7.6/10
17,119
118 user 47 critic

The Flight of the Phoenix (1965)

Not Rated | | Adventure, Drama | 15 December 1965 (USA)
After a plane crash in the Sahara, one of the survivors says he's an airplane designer and they can make a flyable plane from the wreckage.

Director:

Robert Aldrich

Writers:

Lukas Heller (screenplay), Trevor Dudley Smith (novel) (as Elleston Trevor)
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On Disc

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Nominated for 2 Oscars. Another 4 nominations. See more awards »

Photos

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Cast

Complete credited cast:
James Stewart ... Frank Towns
Richard Attenborough ... Lew Moran
Peter Finch ... Captain Harris
Hardy Krüger ... Heinrich Dorfmann (as Hardy Kruger)
Ernest Borgnine ... Trucker Cobb
Ian Bannen ... Crow
Ronald Fraser ... Sergeant Watson
Christian Marquand ... Dr. Renaud
Dan Duryea ... Standish
George Kennedy ... Bellamy
Gabriele Tinti ... Gabriele
Alex Montoya Alex Montoya ... Carlos
Peter Bravos Peter Bravos ... Tasso
William Aldrich William Aldrich ... Bill
Barrie Chase ... Farida
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Storyline

A cargo plane goes down in a sandstorm in the Sahara with less than a dozen men on board. One of the passengers is an airplane designer who comes up with the idea of ripping off the undamaged wing and using it as the basis for an airplane they will build to escape before their food and water run out. Written by John Vogel <jlvogel@comcast.net>

Plot Summary | Plot Synopsis

Taglines:

Its excitement is headed straight for you! See more »

Genres:

Adventure | Drama

Certificate:

Not Rated | See all certifications »

Parents Guide:

View content advisory »
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Details

Country:

USA

Language:

English | Italian | Arabic

Release Date:

15 December 1965 (USA) See more »

Also Known As:

Der Flug des Phoenix See more »

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Box Office

Budget:

$5,355,000 (estimated)
See more on IMDbPro »

Company Credits

Show more on IMDbPro »

Technical Specs

Runtime:

Sound Mix:

Mono (Westrex Recording System)

Color:

Color

Aspect Ratio:

1.85 : 1
See full technical specs »
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Did You Know?

Trivia

Features Ian Bannen's only Oscar nominated performance. See more »

Goofs

At the end of the movie, a ground shot shows the top of the Phoenix's wings with no-one lying on them. See more »

Quotes

Frank Towns: Your theory's fine, but you get this mister... that engine's rated at two thousand horsepower and if I was ever fool enough to let it get started up it'd shake your patched-up pile of junk into a thousand pieces, and cut us up into mincemeat with the propeller.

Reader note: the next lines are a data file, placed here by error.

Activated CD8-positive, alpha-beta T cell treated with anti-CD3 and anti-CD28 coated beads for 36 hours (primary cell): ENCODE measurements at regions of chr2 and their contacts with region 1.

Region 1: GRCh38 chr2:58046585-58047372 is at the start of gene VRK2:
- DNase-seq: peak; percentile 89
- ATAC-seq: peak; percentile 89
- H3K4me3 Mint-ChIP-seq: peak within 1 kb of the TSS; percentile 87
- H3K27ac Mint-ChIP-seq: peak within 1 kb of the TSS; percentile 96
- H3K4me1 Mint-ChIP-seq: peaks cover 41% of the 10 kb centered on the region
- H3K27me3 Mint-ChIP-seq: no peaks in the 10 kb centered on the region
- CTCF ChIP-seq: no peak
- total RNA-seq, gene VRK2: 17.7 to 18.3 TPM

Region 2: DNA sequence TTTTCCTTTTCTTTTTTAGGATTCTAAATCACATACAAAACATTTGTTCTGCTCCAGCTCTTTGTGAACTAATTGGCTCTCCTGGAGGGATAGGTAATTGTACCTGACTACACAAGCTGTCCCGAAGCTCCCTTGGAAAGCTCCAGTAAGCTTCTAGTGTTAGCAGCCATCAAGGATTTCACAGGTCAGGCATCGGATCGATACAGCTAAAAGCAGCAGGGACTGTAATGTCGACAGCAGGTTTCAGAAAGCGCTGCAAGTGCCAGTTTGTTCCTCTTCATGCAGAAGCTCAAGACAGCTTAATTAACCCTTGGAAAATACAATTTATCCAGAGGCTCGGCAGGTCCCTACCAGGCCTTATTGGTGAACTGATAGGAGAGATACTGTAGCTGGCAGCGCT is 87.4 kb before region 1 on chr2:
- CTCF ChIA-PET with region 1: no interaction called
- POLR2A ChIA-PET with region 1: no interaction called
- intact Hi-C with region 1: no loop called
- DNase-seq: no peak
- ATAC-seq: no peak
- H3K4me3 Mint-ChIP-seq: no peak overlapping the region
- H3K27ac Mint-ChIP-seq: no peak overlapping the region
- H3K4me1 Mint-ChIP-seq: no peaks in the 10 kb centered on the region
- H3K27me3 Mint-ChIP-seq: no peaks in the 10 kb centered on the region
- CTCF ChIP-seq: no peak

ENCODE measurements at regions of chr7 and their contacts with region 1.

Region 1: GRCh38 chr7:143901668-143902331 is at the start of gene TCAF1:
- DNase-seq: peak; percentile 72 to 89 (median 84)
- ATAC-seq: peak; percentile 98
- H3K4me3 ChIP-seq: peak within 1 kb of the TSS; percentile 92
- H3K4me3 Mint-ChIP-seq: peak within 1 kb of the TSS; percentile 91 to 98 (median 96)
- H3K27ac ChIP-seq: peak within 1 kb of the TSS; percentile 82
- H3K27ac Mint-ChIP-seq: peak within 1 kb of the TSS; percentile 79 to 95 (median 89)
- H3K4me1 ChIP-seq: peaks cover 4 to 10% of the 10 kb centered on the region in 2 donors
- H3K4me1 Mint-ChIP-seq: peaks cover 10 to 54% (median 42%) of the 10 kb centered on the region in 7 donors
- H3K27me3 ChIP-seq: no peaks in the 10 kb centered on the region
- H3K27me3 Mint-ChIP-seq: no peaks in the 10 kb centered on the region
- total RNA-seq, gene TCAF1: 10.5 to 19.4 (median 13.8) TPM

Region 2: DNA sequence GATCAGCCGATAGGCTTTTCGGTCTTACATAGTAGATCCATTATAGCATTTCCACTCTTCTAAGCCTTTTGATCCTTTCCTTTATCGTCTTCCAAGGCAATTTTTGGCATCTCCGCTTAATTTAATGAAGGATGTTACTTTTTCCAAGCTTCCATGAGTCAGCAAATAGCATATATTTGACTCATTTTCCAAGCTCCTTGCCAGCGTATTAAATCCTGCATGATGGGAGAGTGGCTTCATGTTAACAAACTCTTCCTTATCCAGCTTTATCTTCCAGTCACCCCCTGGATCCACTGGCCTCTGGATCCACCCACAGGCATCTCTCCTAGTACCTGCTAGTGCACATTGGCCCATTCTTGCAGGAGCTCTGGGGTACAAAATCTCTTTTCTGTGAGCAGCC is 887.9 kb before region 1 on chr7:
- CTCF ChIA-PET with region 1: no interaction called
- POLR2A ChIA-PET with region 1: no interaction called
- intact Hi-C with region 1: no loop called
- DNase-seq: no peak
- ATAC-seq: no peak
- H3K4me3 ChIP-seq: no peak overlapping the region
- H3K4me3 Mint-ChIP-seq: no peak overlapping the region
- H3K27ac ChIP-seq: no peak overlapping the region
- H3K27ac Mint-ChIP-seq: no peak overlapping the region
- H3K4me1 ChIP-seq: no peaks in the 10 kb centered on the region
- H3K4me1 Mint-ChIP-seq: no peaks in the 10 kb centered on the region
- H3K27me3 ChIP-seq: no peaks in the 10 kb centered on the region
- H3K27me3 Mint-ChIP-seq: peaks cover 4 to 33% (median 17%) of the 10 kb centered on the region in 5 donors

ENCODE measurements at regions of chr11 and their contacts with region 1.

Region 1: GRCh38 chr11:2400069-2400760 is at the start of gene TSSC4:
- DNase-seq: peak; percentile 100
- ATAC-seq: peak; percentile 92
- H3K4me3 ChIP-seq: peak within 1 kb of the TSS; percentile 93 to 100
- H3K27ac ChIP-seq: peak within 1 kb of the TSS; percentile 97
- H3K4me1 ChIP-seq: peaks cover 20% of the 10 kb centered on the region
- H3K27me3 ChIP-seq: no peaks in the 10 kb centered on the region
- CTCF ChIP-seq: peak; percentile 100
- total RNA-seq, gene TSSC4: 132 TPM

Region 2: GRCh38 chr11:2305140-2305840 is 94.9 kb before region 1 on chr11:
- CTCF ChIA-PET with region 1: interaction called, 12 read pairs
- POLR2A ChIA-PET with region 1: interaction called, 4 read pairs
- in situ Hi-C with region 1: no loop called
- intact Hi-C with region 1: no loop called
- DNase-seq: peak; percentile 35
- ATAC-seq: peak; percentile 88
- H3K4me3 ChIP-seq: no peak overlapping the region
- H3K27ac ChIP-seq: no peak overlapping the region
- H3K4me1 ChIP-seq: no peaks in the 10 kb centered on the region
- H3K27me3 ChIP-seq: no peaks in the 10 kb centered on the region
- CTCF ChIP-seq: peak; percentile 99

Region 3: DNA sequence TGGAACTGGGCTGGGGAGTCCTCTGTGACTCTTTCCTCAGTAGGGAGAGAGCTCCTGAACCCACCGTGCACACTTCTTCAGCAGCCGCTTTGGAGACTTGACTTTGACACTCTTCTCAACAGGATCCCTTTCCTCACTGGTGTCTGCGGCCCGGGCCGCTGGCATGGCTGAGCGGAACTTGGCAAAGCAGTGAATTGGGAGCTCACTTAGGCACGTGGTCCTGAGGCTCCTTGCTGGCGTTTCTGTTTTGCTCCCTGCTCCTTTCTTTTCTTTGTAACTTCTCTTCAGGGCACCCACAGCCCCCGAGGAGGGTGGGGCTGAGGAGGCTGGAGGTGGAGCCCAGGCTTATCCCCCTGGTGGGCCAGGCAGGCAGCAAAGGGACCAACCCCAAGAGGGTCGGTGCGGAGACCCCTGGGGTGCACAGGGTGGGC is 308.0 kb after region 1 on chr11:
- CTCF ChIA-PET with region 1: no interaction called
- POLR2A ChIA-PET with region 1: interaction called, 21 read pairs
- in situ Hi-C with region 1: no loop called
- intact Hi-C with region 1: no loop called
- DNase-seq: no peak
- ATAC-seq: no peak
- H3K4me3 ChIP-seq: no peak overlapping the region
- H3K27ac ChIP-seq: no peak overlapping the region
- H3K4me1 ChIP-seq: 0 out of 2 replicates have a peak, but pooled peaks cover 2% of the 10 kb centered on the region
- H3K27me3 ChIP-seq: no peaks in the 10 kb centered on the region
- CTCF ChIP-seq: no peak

See more »

Crazy Credits

Closing credits epilogue: IT SHOULD BE REMEMBERED...

THAT PAUL MANTZ, A FINE MAN AND A BRILLIANT FLYER GAVE HIS LIFE IN THE MAKING OF THIS FILM... See more »

Connections

Referenced in Cinerama Adventure (2002) See more »

Soundtracks

The Phoenix Love Theme
Senza Fine"
Sung by Connie Francis
Music & Italian Lyrics by Gino Paoli
English Lyrics by Alec Wilder
See more »

Frequently Asked Questions

See more »

User Reviews

An enjoyable performance driven spin on the disaster movie genre
3 August 2003 | by bob the mooSee all my reviews

Returning from an oil field with a plane full of crew etc going on leave, Frank Towns' plane enters a sandstorm over the Sahara desert and crashes. As various attempts at rescue or escape fail one passenger, Dorfmann suggests his plan to rebuild the plane as a smaller version and attempt to fly out, leaving the bulk of the damage craft behind. However tensions mount as personalities conflict as all the men face death.

I had only ever heard of this film before I finally got round to watching it last night on television. I was aware of the basic plot and had assumed it was more recent that it actually was. I watched it assuming that it was made in the early seventies when the disaster movie genre was just starting to take off (sorry – accidental pun). However this was made prior to this and is probably a much better film for it – in the seventies the film would have required more spectacle, so the crash would have been much more dramatic and horrifying. As it is now, the film is more about the men under stress than it is about anything else.

This is brought out well and the majority of the drama and tension within the film is as much from these conflicts as it is from the pressure to escape the desert. The film is longer than I expected it to be but it pretty much sustains itself for that length. The main reason for the film working so well is the cast, which has it's fair share of famous faces but also has more than it's fair share of good performances.

Stewart is really strong in the lead (although, in fairness, there is no one main character) and becomes increasingly grizzled as the film goes on. His character is not without flaws even if he does come out of this well. Attenborough is also good but is less evident in the film than some of the others. Krüger has the least pleasant of the roles given that he plays a tough German. He manages to make the character likeable while still going about his task with a strict organised German air to him. Finch is good and is well supported by Fraser. The support cast includes strong performances from Borgnine, Bannen, Kennedy, Marquand and the director's own son is thrown in for colour!

Overall this is much better than the disaster-type movie I had expected as it is a film where the plane crash isn't a blaze of spectacle and the death scenes aren't played out for full effect. Instead it is a tension adventure story that is driven by some great performances by a cast full of well known actors.


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